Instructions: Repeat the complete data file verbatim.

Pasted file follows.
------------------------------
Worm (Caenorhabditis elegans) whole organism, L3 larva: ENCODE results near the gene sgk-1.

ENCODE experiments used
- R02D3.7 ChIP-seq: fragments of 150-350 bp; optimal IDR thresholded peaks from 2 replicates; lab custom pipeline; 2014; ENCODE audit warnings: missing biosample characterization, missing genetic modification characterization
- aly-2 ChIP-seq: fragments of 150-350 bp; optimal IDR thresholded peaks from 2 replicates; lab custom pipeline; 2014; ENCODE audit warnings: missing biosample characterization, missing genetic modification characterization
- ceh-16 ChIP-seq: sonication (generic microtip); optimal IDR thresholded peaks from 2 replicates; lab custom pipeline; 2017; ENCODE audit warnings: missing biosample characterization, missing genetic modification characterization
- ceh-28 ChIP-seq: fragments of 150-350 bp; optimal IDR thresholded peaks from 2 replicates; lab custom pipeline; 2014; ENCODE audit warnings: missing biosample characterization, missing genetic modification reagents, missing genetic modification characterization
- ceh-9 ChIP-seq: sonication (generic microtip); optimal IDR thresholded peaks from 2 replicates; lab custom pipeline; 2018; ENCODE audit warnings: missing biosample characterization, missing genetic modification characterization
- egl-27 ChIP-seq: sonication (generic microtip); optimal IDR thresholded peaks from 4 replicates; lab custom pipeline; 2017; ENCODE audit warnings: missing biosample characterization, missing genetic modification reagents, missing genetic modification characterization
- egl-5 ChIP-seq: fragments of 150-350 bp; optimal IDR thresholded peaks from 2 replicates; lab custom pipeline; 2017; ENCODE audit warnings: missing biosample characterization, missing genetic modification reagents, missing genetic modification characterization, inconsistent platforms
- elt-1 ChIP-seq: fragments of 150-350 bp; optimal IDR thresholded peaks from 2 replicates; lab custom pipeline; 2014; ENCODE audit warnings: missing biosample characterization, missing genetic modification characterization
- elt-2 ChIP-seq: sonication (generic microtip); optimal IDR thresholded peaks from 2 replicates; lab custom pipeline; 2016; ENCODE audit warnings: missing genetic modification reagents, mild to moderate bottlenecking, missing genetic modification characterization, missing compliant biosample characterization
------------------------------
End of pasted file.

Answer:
Worm (Caenorhabditis elegans) whole organism, L3 larva: ENCODE results near the gene sgk-1.

ENCODE experiments used
- R02D3.7 ChIP-seq: fragments of 150-350 bp; optimal IDR thresholded peaks from 2 replicates; lab custom pipeline; 2014; ENCODE audit warnings: missing biosample characterization, missing genetic modification characterization
- aly-2 ChIP-seq: fragments of 150-350 bp; optimal IDR thresholded peaks from 2 replicates; lab custom pipeline; 2014; ENCODE audit warnings: missing biosample characterization, missing genetic modification characterization
- ceh-16 ChIP-seq: sonication (generic microtip); optimal IDR thresholded peaks from 2 replicates; lab custom pipeline; 2017; ENCODE audit warnings: missing biosample characterization, missing genetic modification characterization
- ceh-28 ChIP-seq: fragments of 150-350 bp; optimal IDR thresholded peaks from 2 replicates; lab custom pipeline; 2014; ENCODE audit warnings: missing biosample characterization, missing genetic modification reagents, missing genetic modification characterization
- ceh-9 ChIP-seq: sonication (generic microtip); optimal IDR thresholded peaks from 2 replicates; lab custom pipeline; 2018; ENCODE audit warnings: missing biosample characterization, missing genetic modification characterization
- egl-27 ChIP-seq: sonication (generic microtip); optimal IDR thresholded peaks from 4 replicates; lab custom pipeline; 2017; ENCODE audit warnings: missing biosample characterization, missing genetic modification reagents, missing genetic modification characterization
- egl-5 ChIP-seq: fragments of 150-350 bp; optimal IDR thresholded peaks from 2 replicates; lab custom pipeline; 2017; ENCODE audit warnings: missing biosample characterization, missing genetic modification reagents, missing genetic modification characterization, inconsistent platforms
- elt-1 ChIP-seq: fragments of 150-350 bp; optimal IDR thresholded peaks from 2 replicates; lab custom pipeline; 2014; ENCODE audit warnings: missing biosample characterization, missing genetic modification characterization
- elt-2 ChIP-seq: sonication (generic microtip); optimal IDR thresholded peaks from 2 replicates; lab custom pipeline; 2016; ENCODE audit warnings: missing genetic modification reagents, mild to moderate bottlenecking, missing genetic modification characterization, missing compliant biosample characterization